Slade, Cade and Devin

It’s readily apparent to me that the use of cool new names in modern literature is evidence of ground-breaking creativity. Every Young Adult book that you pick up (and I don’t pick them up as I must save my energy for more vital tasks, such as building lego starfighters with my small, warlike offspring) features a hard-abbed hero with an impressively non-traditional moniker such as Slade, Cade or Devin.

Somehow, a story acquires much more gravitas when it features someone named Slade. For instance…

Slade Devereaux paused in the middle of his morning ritual of five hundred crunches in order to take a long, cooling drink of organic fair-trade water. He knew it was vital to stay hydrated. It was almost as important as raising the minimum wage to fifteen dollars an hour, plus benefits. As the water slipped down his muscled throat, his mind drifted to last night and the time he had spent with Esme Swavay.

Was she thinking of him now? Was he thinking of her thinking of him now. Yes, he could answer that, being self-aware; he was. But was she now thinking of him thinking of her thinking of him? That was the question.

Any-hoot, I think the real killer app to make it big in modern publishing is the names. It’s all about the names. You’ll thank me later if you’re an aspiring writer, but, if you can come up with awesome names that evoke intense coolness, you’ve made it. Don’t worry about your story. That’ll take care of itself. Concentrate on the names.

Currently, I’m probably writing a story about an exclusive prep school where all the students are actually were-muskrats in secret. Every night they change into muskrats and go out and ravage the city’s trees. The entire population is on edge. Editorials are written in the papers. Commentators pontificate on the nightly news about the ravagement. Everyone is wondering if their avocado tree or kumquat tree will be next.

The only problem is, I don’t have any cool names, so this is gonna be a failure of a story. Unless I come up with the right names.

Melvin?

Agnes?

Leroy?

The flittering nitwits of Twitter

Well, I’m not sure how many nitwits are on Twitter (ten, ten million?), but I appreciate the sound of those three words together. They were meant to be together, like Sonny and Cher, peanut butter and bananas, Harry Reid and Mitch McConnell.

But, seriously, am I just too old for Twitter or am I merely dumber than a nitwit and simply cannot grapple with the beauty and utility of tweeted communication?

Everyone (practically) in the self-published world says that authors should have a twitter presence. Obediently (once upon a time) I trotted over to Twitter and twigned up. I acquired followers (like a mad prophet) and became a follower (like a sheep…baaa). As my followee list grew, I began to see a stream of tweets (whenever I cared to sign on, which was and is infrequent).

“Buy revolutionary face-cream now! NOW!”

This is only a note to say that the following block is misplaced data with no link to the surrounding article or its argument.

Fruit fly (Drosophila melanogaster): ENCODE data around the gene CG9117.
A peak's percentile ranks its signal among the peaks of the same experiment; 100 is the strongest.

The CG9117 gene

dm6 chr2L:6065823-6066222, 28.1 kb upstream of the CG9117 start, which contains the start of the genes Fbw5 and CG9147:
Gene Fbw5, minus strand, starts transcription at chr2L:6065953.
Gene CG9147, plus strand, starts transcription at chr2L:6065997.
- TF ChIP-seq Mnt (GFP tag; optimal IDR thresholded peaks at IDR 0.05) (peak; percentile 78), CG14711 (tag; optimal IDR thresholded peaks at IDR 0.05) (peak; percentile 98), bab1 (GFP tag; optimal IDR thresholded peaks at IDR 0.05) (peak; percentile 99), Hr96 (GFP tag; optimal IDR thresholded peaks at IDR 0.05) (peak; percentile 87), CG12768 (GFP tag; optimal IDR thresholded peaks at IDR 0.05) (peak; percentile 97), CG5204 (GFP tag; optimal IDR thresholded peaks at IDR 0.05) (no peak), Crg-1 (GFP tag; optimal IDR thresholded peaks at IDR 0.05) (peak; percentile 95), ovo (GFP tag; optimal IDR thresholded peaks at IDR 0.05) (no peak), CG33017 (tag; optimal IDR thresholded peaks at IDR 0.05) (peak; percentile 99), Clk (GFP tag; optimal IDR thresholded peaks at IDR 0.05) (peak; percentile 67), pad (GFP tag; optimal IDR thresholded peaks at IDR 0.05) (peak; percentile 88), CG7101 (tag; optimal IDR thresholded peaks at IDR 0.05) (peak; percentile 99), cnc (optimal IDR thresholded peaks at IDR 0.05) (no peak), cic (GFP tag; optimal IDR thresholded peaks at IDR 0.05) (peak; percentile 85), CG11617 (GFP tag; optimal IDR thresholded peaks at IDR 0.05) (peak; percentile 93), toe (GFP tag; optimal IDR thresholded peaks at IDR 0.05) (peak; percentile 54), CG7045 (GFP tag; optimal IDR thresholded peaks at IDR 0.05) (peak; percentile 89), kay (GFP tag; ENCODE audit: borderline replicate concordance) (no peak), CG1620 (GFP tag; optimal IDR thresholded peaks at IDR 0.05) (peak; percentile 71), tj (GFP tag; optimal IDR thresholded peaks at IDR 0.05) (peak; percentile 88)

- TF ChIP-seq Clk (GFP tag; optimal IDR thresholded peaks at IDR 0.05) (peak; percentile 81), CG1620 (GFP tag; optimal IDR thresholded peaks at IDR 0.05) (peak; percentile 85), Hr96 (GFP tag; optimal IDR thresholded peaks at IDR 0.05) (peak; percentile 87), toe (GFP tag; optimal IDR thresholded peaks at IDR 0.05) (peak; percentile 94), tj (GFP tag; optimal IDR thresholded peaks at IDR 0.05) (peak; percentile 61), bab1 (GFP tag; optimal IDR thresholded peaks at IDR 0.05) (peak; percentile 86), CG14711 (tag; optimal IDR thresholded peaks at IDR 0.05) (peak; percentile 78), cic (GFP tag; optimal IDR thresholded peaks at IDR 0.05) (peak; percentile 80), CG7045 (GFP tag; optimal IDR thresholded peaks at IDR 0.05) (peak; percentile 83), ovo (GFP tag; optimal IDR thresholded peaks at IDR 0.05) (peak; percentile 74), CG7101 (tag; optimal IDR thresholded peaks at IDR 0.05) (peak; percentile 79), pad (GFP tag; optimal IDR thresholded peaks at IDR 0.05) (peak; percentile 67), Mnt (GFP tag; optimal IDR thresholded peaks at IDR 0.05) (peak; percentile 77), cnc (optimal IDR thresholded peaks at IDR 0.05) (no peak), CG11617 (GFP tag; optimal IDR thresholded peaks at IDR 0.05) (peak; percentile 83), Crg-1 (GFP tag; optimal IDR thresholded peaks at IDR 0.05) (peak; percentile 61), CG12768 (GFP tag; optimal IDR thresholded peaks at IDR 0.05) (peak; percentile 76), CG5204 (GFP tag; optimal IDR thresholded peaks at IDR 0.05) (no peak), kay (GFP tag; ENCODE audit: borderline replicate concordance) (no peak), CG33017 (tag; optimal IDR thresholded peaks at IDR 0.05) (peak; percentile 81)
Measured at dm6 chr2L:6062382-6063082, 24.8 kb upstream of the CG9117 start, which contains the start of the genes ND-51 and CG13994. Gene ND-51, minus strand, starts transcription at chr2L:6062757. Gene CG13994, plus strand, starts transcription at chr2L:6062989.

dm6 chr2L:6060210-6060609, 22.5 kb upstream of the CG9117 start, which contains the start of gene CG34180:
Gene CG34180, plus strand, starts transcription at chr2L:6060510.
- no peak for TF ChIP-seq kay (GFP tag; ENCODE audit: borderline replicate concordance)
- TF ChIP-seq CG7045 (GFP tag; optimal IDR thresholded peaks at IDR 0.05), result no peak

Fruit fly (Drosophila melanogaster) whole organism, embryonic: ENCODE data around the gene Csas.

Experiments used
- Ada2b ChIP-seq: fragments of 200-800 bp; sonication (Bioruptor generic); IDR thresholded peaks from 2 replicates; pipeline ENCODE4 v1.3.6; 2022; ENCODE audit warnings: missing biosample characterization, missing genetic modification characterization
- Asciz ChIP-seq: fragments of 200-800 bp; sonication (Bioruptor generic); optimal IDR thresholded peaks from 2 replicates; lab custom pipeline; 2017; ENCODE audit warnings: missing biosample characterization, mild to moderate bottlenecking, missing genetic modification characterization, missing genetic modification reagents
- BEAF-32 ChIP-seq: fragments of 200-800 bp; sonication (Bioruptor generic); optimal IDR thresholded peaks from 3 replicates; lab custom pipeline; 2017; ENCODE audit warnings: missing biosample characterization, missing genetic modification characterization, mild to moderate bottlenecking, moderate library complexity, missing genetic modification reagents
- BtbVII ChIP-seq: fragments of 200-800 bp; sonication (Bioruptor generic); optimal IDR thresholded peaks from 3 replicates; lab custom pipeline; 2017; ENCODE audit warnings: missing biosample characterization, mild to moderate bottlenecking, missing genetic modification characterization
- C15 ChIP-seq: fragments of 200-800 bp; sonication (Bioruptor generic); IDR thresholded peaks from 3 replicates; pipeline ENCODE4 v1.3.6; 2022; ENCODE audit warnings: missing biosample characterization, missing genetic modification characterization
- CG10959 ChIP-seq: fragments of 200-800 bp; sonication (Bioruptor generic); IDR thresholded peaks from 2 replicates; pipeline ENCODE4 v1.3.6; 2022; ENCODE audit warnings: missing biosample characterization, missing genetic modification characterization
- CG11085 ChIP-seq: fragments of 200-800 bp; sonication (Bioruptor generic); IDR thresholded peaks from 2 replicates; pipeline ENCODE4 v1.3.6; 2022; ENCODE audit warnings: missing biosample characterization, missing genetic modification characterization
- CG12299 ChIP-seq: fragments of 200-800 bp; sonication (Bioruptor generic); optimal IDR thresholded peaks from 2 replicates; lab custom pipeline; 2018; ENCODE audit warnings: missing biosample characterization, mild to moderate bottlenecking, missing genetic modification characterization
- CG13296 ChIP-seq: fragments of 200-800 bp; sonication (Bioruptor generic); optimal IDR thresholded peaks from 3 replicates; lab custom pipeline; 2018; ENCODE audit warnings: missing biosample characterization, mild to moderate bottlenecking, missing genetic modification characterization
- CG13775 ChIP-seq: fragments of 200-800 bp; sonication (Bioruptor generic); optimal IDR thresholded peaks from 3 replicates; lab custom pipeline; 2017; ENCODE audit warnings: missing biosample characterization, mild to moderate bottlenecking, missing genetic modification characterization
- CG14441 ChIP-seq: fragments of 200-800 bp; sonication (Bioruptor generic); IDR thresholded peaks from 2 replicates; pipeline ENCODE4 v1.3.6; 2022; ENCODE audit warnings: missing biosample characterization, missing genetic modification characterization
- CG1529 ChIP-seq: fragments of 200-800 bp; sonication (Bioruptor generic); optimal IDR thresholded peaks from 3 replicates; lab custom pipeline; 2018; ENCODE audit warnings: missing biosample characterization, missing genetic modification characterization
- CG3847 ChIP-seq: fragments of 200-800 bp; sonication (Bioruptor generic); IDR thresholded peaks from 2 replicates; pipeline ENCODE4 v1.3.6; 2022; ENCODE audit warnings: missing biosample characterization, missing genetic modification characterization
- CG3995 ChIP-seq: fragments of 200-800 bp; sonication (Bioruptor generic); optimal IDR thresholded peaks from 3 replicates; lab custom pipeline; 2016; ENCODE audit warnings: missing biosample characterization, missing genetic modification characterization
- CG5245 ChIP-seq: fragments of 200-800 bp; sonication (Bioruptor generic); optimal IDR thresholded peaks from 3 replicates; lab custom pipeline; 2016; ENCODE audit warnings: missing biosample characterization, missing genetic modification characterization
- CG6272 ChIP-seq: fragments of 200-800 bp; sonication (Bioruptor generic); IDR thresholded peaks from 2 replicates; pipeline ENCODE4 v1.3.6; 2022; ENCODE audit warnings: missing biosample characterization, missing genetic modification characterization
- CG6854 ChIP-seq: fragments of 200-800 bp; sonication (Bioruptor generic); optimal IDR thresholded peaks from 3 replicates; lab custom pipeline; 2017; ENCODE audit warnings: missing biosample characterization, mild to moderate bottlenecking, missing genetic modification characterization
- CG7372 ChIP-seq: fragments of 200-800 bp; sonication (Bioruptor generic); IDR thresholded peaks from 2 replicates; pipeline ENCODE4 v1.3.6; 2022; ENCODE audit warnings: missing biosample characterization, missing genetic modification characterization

“Steamiest erotica ever! Forbidden love between hard-abbed pilates aficionados! Read NOW!”

“Lolz! R U up wit dat?”

“Best grumpy cat compilation ever.”

“Wassup?”

“Yo.”

“Buy organic yo-yos NOW!”

Needless to say, my eyes glazed over. And still do, whenever I visit Twitter. I assume that whoever invented it has quite a taste for Ritalin.

What’s my point in all this? I can’t remember, to be honest. Spending too much time (any amount of time, in fact) on Twitter has wrecked my concentration. My short term memory has been reduced to 140 characters (or whatever the Twitter limit is–I can’t remember).

Atilla the Hun and the Modern Hotel Experience

So we whisked up through Southern California at the end of our vacation, running the gauntlet of the Los Angeles area freeways and highways and byways, which are way too congested. Worse than a pneumonia patient on his last legs. Though, one really shouldn’t be walking on freeways such as the 405. Stay in your car. Better yet, take a different route.

As the drive was too long for one day (and for three small rascals in the back seat), we paused for the night in the Ventura area. Checked into a hotel, slept, checked out. As we were packing that morning, I took the soap bar and tiny shampoo bottle that we hadn’t used. Put them in my suitcase, well-conditioned by my parents who have always done this for the past fifty-plus years (which has resulted in a bathroom cupboard full of tiny bottles and tiny wrapped soaps that nobody uses or will ever use–I imagine they’ll be parceled out in their will).

A sort of melancholy reverie fell over me as I appropriated the diminutive soap and shampoo. I realized that I was looting the hotel room. Looting within the legal structures of our hotel stay, of course, but a sort of looting, nevertheless. I became aware, then, of a long tradition within human civilization (and near-civilization), stretching back from me to the Vikings pillaging England and other parts, the Ottoman Turks despoiling the Mediterranean, and Atilla the Hun and his hordes looting their way west across the Russian steppes.

True, looting (the non-Ferguson style) has become rather civilized. I looted a small bar of soap that I had already paid for, not several farm animals, a sack of coin, assorted females, etc., from the burning wreckage of a Slavic village. Perhaps in such diminution, we, as humans have diminished in certain ways as well.